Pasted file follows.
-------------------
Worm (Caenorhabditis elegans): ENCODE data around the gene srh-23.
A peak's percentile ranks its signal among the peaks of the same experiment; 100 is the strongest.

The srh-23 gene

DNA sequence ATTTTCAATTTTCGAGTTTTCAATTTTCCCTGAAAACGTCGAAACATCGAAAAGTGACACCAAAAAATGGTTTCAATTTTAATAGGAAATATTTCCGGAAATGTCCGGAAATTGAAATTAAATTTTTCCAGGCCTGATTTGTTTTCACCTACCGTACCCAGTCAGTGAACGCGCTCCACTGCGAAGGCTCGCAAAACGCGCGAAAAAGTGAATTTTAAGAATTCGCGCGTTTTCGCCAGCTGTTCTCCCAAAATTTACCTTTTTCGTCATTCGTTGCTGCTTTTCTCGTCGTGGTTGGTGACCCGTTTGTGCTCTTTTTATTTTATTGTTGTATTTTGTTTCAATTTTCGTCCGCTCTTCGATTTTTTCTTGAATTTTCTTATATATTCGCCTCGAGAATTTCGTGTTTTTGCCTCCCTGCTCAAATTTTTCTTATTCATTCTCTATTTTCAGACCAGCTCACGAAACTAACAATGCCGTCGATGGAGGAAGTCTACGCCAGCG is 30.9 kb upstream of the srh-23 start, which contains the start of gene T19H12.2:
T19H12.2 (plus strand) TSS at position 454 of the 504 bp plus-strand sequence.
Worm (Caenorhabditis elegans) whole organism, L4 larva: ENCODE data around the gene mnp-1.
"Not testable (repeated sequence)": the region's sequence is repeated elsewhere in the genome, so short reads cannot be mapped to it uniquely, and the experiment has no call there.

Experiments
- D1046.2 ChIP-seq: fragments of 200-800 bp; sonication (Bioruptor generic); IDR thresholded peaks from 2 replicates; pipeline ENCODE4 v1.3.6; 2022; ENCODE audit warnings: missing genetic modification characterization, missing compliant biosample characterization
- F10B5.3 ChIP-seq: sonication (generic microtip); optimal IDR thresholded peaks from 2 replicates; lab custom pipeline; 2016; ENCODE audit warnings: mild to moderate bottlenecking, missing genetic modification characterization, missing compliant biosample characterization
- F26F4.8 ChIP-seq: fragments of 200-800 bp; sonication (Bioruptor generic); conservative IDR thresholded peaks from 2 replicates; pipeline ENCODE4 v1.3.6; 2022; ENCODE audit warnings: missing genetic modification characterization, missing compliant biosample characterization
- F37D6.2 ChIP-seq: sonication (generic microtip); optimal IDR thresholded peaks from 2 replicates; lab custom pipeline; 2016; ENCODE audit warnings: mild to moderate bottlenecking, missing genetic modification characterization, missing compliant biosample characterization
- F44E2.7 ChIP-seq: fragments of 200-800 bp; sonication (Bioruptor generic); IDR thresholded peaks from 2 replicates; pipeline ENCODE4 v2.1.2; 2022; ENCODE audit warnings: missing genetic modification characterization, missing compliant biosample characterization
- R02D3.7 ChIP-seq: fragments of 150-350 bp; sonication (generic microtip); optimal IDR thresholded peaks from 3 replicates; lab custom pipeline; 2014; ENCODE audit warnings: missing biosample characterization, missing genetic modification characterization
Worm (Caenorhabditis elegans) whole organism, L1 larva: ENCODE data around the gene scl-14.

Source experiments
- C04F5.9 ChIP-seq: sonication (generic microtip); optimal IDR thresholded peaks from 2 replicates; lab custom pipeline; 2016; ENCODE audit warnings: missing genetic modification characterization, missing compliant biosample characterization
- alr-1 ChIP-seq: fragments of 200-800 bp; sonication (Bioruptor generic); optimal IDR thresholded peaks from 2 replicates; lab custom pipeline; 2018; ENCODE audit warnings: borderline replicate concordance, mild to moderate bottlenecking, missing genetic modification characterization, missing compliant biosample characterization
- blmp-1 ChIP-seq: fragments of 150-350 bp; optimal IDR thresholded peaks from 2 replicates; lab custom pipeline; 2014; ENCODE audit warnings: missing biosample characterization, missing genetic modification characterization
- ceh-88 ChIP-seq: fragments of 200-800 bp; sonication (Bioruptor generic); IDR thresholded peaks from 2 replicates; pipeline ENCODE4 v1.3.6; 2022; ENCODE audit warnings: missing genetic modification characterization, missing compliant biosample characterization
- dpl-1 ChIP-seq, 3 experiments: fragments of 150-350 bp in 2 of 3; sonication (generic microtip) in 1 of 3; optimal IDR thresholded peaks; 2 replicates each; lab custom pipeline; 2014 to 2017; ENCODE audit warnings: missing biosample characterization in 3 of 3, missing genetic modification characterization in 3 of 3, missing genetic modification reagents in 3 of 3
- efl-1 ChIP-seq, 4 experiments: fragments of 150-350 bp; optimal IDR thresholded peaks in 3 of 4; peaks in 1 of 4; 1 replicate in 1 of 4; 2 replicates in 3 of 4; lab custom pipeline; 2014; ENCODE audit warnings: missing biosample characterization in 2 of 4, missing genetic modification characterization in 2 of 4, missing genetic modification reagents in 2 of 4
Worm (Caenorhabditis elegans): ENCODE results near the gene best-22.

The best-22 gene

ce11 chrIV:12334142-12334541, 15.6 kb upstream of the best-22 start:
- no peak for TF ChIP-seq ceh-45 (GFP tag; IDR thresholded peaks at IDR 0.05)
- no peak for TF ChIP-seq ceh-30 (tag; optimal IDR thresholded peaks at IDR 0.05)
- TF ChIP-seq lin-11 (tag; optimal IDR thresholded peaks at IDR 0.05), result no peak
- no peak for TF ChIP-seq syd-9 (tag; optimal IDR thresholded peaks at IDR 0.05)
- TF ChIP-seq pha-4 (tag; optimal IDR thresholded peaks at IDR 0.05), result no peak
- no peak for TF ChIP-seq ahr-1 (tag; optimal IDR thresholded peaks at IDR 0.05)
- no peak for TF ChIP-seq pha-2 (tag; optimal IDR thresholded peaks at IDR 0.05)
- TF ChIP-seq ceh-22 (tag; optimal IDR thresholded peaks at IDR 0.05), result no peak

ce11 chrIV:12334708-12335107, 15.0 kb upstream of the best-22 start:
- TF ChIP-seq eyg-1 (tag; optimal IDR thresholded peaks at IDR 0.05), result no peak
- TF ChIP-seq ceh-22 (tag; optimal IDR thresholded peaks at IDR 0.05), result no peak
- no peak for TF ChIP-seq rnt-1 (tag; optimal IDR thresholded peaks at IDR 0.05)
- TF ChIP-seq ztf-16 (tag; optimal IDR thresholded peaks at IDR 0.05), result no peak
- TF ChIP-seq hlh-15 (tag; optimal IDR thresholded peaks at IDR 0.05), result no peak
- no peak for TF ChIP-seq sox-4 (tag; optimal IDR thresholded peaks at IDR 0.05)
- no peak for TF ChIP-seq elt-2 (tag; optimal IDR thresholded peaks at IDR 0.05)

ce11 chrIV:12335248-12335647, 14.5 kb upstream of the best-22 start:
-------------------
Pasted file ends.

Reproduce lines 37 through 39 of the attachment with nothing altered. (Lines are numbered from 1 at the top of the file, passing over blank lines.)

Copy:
- no peak for TF ChIP-seq rnt-1 (tag; optimal IDR thresholded peaks at IDR 0.05)
- TF ChIP-seq ztf-16 (tag; optimal IDR thresholded peaks at IDR 0.05), result no peak
- TF ChIP-seq hlh-15 (tag; optimal IDR thresholded peaks at IDR 0.05), result no peak